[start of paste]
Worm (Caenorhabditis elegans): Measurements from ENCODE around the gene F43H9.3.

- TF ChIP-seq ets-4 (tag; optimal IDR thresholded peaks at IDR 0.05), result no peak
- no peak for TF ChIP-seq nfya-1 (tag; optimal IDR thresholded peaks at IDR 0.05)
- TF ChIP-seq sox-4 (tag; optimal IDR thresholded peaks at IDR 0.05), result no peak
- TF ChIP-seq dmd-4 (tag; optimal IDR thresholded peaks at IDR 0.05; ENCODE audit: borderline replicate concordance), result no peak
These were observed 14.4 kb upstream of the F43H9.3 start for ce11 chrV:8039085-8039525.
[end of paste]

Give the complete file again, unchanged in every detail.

Worm (Caenorhabditis elegans): Measurements from ENCODE around the gene F43H9.3.

- TF ChIP-seq ets-4 (tag; optimal IDR thresholded peaks at IDR 0.05), result no peak
- no peak for TF ChIP-seq nfya-1 (tag; optimal IDR thresholded peaks at IDR 0.05)
- TF ChIP-seq sox-4 (tag; optimal IDR thresholded peaks at IDR 0.05), result no peak
- TF ChIP-seq dmd-4 (tag; optimal IDR thresholded peaks at IDR 0.05; ENCODE audit: borderline replicate concordance), result no peak
These were observed 14.4 kb upstream of the F43H9.3 start for ce11 chrV:8039085-8039525.